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HE BUYS A CHECK SUIT.
torn away from her shoulders, the diamonds sparkling like scattered dew all
Mr: Dunder made a call at the Central over the floor, and her lovely yellow hair
Station again yesterday. After depositing tangled and disheveled.
his hat on one chair and his cane on anAgnes, are you ill?” Mrs. Vining sat up, ghastly pale, with other he said to the Captain:
Maybe I go ash a delegate to der city a wild, hysterical laugh. “Look here!" she cried, holding up a to buy some new cloze to go to some
convention. If I doan go like dot, I haf sheet of crumpled paper. “Oh, Barba- funerals, anyhow. So I like to get some rine, you are avenged at last!"
new suit." Yes, she was avenged. Albert Vining
"Yes.” had stricken her down to the very ground
'I ask Shake aboudt it. Shake is my with the same cruel blow he had dealt and more sharp in that he was her hus- und he knows all aboudt poker und some poor Barbarine years ago, only keener son, you know. He vhas an awful sharp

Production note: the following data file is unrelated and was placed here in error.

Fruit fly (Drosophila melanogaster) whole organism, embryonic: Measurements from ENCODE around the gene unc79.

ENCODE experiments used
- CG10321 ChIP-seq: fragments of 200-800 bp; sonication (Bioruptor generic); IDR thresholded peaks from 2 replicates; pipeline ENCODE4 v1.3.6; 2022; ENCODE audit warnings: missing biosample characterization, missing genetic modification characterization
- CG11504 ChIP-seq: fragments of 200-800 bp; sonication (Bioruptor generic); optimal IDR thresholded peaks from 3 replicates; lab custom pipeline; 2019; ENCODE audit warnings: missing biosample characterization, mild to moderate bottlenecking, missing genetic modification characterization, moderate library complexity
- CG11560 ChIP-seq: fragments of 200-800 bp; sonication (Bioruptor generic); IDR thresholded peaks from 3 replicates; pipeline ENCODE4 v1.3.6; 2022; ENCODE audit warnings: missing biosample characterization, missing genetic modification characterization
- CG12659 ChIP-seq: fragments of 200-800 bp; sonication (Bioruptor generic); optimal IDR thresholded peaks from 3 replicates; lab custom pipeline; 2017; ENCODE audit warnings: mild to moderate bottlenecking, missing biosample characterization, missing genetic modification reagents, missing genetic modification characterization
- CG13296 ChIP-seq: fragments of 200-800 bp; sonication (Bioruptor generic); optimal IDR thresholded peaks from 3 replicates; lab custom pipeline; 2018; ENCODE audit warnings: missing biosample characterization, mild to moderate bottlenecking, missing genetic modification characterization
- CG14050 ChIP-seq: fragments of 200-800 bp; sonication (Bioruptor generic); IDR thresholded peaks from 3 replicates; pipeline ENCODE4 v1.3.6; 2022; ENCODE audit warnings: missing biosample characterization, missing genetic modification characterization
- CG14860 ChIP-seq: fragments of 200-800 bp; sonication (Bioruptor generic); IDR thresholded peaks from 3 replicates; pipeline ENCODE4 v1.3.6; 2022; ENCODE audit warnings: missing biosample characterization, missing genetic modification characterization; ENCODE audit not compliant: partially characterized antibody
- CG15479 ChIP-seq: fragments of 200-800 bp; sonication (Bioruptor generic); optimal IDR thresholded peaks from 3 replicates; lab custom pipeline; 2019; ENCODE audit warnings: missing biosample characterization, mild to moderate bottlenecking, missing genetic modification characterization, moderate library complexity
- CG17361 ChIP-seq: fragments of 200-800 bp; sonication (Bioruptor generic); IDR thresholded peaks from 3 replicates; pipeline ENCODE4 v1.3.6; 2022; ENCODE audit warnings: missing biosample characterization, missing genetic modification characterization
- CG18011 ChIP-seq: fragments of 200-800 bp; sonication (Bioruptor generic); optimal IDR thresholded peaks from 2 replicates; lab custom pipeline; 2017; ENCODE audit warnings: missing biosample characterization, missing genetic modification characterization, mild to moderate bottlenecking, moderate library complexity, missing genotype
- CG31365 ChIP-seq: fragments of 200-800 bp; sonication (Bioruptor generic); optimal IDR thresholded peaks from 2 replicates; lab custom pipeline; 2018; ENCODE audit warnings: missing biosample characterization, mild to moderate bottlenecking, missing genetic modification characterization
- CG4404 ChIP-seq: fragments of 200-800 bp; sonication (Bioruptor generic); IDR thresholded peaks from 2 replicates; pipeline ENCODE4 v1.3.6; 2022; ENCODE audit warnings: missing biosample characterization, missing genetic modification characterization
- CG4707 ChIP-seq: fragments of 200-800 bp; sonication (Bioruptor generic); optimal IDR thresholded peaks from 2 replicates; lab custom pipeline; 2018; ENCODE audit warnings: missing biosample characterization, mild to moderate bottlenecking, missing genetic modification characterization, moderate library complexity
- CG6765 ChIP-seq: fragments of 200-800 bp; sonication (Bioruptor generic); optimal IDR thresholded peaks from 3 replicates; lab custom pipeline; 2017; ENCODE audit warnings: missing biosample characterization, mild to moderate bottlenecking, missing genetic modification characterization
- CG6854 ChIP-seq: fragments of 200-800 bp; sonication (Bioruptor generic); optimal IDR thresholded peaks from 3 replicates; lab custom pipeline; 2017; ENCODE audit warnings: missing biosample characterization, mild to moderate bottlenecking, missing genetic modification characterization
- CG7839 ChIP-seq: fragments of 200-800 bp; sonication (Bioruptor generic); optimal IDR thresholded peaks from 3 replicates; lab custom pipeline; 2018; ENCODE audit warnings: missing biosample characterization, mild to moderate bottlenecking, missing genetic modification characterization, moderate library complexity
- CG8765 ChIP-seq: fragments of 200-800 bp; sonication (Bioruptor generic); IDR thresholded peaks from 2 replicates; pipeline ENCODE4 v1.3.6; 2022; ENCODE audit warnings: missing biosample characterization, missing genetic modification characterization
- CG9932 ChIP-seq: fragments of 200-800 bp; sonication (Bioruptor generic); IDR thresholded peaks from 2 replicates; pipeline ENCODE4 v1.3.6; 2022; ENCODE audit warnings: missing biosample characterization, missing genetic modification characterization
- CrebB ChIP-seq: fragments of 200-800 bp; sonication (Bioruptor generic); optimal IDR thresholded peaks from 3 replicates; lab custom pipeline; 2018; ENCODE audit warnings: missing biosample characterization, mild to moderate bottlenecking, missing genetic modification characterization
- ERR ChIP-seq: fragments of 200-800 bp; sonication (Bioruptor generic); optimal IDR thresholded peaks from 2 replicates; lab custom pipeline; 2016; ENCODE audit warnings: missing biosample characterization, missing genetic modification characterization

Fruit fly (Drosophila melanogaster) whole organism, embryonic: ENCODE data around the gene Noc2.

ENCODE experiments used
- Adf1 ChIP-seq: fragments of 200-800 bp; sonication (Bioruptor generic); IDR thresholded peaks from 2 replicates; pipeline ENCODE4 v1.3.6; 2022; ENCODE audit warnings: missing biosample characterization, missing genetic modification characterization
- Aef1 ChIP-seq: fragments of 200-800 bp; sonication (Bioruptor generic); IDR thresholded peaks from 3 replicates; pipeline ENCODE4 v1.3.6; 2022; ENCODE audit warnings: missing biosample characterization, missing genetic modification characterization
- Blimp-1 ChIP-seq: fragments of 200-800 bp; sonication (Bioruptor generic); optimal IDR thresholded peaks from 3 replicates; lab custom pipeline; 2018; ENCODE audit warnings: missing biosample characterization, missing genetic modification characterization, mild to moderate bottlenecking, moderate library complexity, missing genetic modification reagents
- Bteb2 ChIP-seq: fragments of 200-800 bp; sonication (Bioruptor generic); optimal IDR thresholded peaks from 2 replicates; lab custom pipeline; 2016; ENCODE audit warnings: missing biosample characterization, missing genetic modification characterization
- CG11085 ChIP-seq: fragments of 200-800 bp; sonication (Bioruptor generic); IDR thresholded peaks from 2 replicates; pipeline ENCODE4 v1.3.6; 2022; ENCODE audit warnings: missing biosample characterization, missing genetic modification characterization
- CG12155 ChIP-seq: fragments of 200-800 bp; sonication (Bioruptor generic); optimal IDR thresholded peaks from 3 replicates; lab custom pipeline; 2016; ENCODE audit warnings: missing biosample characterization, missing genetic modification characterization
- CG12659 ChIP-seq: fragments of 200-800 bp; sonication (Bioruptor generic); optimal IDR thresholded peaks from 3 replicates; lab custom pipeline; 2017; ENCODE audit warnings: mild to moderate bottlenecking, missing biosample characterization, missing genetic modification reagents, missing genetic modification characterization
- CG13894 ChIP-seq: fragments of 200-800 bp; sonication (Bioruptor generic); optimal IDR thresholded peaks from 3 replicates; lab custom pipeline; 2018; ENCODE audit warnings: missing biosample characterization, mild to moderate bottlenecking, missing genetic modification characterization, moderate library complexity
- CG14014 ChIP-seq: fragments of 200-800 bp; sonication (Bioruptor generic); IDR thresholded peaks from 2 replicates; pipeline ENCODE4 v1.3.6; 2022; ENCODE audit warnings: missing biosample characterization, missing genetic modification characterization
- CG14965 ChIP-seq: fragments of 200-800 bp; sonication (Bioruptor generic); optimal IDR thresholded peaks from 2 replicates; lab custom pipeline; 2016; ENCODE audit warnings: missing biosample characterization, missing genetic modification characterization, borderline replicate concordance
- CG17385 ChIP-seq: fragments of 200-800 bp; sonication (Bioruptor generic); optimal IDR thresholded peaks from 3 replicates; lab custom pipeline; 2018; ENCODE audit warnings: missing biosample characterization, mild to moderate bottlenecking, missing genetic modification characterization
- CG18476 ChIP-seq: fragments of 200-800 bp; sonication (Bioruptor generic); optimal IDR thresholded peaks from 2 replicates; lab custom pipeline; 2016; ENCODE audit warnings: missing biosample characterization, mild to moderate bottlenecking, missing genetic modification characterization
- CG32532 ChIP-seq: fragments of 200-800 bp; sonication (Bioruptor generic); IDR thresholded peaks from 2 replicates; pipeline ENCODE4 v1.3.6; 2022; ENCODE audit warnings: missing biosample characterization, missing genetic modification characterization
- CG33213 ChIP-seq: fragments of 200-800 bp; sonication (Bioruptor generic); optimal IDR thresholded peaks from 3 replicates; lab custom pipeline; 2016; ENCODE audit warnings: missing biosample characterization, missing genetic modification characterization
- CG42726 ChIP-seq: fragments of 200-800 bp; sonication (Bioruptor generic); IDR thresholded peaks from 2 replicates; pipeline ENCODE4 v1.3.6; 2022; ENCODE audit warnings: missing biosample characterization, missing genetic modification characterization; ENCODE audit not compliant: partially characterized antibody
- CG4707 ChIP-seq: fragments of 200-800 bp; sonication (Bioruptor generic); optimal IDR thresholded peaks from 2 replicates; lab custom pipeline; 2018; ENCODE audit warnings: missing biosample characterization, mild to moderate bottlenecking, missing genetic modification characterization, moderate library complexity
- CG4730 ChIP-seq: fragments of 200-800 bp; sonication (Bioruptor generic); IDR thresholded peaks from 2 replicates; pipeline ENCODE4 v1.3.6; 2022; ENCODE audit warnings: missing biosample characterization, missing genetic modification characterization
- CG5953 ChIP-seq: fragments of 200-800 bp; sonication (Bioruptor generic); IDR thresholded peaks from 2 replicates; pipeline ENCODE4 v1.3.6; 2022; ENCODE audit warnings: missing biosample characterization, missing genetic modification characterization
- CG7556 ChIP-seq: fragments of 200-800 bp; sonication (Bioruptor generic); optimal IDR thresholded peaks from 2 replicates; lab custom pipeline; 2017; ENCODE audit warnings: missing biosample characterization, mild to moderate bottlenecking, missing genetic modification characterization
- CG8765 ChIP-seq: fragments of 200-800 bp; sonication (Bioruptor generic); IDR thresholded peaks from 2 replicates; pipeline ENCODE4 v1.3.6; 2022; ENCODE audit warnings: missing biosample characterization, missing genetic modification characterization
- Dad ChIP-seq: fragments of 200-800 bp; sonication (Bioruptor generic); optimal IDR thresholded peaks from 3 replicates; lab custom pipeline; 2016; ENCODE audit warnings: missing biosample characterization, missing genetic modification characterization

poy. He travels to Buffalo und Chicago, band. He had left her forever, for sonie fairer fashions. Shake goes mit me to pick
oudt my suit. and fresher beauty, who cared for his fas
"The one you have on?" cinating ways and tender voice more than
It vhas der one I didn't haf all else the world had beside of fame or
It vhas der one I come to tell you honor. He had left her!
Barbarine knelt down, and took that aboudt. I like some plain suit, mitout poor drooping head tenderly upon her any, show to it, but Shake tells me:
* Fadder, you must be oop mit der breast. “I thought you would exult over me!" suit eaferybody beliefs you vhas a Sen
Baris fashions. If you take dot check sobbed Agnes. “I thought you would
ator.' be glad!"
“ Und der clerk in der shtore he looks Did I not tell you, tben, that I for
me oafer und says: gave you, Agnes ?” Yes—but--but I have deserved this, is to look distinguished. If I meet you